1. For completeness, it is also relevant to note that in April 2020, the wife also filed an Initiating Application seeking a superannuation splitting order. The husband also appealed the first instance decision, subsequently filing an appeal (the Second Appeal).
  2. This case note will only deal with the First Appeal.

The First Appeal dealt with the court’s rejection of the husband’s application to discharge the restraint on his movement.  Presumably, the husband wanted to flee to Lebanon.  In order to arrive at its determination, the appellate court, comprising of Strickland, Ainslie-Wallace and Austin JJ, had to determine, in substance, whether the husband was still required to pay the wife the sum of $377,000 under the Final Orders.

In arriving at its decision:

  1. The court was faced with the situation whereby the husband had declared bankruptcy after dividing the parties’ property under s 79. As an editorial comment, the court is usually faced with making order in relation to a non-bankrupt spouse under s 79, so as to remove property from the hands of the bankrupt and into the hands of the non-bankrupt spouse.
  2. Upon bankruptcy, property of a bankrupt vests in the trustee in bankruptcy unless it is exempt, say under s 59A of the Bankruptcy Act 1966 (BA) or s 116 of the BA. In this case, the court was concerned with the application of the s 59A of the BA, which says that:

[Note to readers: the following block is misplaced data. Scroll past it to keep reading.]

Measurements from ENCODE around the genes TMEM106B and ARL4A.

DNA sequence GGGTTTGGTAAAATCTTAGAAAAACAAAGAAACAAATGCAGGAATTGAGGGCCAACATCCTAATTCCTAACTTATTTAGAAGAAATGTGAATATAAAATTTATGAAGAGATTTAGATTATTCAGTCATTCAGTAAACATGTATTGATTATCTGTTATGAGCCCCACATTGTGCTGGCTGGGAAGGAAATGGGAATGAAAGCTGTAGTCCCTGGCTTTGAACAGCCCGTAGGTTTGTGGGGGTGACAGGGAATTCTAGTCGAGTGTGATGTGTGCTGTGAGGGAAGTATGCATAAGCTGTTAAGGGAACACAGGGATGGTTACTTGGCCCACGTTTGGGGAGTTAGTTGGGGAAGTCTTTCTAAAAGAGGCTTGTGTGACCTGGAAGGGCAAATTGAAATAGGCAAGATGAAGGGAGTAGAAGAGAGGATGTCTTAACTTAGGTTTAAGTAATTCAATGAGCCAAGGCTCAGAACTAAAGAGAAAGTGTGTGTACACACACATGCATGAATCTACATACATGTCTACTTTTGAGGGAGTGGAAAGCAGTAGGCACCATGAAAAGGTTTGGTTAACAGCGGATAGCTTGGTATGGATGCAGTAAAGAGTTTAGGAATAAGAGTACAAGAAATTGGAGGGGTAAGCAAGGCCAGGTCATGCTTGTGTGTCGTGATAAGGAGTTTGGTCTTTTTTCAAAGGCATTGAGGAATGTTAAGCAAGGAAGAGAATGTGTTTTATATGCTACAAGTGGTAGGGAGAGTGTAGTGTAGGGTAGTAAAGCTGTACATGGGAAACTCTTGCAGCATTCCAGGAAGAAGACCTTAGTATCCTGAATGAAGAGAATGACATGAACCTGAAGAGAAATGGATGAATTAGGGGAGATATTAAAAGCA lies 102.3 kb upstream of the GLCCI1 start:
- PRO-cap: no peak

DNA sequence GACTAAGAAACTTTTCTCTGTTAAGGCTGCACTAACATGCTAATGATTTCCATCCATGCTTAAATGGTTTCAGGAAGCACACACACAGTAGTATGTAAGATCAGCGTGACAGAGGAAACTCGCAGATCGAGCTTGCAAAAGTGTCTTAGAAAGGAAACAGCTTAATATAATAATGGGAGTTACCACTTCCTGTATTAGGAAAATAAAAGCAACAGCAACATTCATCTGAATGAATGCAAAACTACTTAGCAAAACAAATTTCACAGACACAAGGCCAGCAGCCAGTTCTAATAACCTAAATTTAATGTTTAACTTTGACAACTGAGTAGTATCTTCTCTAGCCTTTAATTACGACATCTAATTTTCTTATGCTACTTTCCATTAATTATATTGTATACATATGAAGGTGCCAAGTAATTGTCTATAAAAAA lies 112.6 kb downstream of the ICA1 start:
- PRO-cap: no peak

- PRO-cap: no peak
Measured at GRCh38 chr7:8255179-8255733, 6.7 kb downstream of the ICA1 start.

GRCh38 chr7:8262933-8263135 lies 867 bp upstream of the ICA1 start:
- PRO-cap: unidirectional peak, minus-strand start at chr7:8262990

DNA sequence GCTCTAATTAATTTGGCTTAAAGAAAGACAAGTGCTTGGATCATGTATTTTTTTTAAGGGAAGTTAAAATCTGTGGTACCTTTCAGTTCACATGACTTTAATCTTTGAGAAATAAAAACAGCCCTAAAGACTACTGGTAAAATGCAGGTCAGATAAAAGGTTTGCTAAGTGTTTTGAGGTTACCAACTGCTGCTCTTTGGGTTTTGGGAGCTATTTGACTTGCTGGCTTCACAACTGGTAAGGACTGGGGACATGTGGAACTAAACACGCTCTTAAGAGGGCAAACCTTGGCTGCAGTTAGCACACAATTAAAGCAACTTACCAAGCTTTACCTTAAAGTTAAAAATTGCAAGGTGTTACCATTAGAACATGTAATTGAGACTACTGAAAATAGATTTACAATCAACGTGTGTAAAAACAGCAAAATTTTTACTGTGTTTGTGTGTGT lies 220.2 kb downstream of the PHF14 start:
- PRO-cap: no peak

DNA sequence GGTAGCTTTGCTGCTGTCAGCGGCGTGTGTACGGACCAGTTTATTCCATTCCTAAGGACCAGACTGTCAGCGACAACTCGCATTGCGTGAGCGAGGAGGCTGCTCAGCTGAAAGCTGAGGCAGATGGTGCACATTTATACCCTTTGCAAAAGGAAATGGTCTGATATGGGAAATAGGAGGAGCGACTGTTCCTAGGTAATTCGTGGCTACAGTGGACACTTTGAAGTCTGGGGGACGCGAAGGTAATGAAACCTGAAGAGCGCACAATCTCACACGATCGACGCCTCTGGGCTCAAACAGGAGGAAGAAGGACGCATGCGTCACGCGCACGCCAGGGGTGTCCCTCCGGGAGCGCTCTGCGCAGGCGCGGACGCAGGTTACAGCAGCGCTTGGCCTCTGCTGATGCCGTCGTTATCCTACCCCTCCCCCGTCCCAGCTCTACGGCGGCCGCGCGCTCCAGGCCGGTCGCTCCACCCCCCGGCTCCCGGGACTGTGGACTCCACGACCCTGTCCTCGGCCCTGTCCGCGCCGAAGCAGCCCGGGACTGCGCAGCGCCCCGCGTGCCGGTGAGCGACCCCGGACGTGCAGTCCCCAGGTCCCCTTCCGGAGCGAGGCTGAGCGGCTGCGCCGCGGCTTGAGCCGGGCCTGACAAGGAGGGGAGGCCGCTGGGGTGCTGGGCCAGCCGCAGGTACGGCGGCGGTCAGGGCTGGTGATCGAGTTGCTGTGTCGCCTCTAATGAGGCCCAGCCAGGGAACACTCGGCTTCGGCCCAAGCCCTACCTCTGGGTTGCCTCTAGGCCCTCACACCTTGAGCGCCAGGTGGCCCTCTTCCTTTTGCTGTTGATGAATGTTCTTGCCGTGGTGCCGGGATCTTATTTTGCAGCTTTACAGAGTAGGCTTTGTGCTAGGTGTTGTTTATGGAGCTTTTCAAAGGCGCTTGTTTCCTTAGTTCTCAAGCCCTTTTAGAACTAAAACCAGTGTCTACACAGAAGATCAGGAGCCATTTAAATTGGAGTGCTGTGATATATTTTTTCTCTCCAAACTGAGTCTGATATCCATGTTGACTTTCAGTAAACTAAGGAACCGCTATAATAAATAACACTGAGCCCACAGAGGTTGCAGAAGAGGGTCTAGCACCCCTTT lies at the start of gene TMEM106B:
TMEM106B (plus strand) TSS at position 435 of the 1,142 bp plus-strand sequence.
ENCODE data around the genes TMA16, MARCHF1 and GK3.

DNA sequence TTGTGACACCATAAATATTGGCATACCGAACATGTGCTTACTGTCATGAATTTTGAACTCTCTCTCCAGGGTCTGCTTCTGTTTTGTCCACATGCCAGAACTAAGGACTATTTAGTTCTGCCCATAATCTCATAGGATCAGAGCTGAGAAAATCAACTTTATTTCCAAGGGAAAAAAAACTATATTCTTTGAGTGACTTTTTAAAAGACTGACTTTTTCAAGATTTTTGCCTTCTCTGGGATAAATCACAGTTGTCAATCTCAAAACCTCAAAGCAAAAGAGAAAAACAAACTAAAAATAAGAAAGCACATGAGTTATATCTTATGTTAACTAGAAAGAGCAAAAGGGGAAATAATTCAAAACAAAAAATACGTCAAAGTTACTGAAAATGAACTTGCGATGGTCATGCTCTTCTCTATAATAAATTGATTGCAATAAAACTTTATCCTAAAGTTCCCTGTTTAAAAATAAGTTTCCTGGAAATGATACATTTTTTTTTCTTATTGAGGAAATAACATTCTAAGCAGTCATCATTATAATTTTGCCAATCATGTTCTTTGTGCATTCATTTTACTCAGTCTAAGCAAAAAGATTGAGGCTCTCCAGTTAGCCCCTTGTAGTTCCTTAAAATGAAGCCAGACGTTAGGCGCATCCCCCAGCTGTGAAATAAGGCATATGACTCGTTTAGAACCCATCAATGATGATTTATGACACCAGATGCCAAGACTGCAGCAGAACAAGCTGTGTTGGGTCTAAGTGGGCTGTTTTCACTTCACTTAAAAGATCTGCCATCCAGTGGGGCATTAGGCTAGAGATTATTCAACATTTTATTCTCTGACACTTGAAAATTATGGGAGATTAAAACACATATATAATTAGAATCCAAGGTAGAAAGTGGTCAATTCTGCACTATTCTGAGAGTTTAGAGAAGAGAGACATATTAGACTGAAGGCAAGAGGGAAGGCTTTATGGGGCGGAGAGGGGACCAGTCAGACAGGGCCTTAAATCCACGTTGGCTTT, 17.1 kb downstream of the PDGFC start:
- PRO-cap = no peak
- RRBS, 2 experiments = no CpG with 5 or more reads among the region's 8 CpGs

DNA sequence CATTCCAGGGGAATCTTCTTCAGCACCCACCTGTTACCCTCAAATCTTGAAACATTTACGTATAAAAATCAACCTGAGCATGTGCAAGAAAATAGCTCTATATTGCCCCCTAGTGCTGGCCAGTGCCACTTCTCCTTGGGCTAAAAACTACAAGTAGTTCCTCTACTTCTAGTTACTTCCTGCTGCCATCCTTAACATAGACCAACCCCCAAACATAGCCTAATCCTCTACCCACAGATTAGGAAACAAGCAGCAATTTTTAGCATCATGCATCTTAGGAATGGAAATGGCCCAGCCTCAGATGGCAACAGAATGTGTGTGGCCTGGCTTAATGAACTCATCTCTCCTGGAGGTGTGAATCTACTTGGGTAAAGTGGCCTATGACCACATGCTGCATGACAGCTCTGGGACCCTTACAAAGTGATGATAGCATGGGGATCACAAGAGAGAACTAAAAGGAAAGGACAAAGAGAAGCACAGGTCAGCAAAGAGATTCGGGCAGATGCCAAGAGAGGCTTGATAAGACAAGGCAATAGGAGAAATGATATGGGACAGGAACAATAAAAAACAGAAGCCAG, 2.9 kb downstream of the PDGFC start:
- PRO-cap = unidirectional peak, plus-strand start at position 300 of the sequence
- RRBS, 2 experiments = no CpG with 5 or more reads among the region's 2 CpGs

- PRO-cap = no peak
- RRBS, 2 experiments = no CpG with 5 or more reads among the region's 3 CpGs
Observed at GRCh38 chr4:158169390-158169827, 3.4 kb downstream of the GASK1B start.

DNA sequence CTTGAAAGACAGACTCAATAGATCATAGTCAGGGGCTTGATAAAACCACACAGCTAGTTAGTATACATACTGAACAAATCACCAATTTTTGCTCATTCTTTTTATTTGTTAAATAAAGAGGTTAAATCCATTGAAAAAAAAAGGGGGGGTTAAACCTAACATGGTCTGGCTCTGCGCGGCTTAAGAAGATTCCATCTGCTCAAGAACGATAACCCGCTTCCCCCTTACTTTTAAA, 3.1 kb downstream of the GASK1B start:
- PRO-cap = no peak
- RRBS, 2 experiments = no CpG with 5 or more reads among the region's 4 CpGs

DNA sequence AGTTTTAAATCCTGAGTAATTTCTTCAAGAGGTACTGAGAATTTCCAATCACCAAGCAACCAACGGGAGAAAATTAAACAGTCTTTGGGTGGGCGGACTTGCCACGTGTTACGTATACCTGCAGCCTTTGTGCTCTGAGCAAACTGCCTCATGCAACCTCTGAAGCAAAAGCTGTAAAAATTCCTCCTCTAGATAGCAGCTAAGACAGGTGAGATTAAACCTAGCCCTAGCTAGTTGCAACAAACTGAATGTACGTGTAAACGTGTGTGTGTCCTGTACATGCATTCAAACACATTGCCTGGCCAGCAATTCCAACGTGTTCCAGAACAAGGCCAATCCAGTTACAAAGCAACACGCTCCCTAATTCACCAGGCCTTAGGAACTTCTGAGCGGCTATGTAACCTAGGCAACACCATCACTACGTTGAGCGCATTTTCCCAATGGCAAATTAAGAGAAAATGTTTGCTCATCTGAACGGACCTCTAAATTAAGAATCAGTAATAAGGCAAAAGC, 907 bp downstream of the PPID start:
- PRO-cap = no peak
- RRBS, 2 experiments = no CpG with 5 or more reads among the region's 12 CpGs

Sections 58 and 59 have effect subject to an order under Part VIII or VIIIAB of the Family Law Act 1975

  1. The Final Orders made on 13 February 2012 was an order under Part VIII and had the protection of s 59A. This means that the judgment was not a provable debt and separate to the husband’s bankruptcy. In relation to this, the Full Court said at 11 that:

‘An order made under Pt VIII of the Act overrides the vesting provisions of the  Bankruptcy Act , regardless of whether the Pt VIII order was made before or after the debtor became bankrupt (Oliver v Malanos [2011] FCA 1354(2011) 199 FCR 136 at [38]–[40], [61]–[62]; Trustee of the Property of G Lemnos, A Bankrupt & Lemnos and Anor [2009] FamCAFC 20(2009) FLC 93-394 (“Lemnos”) at [59]–[60], [200]–[202]).’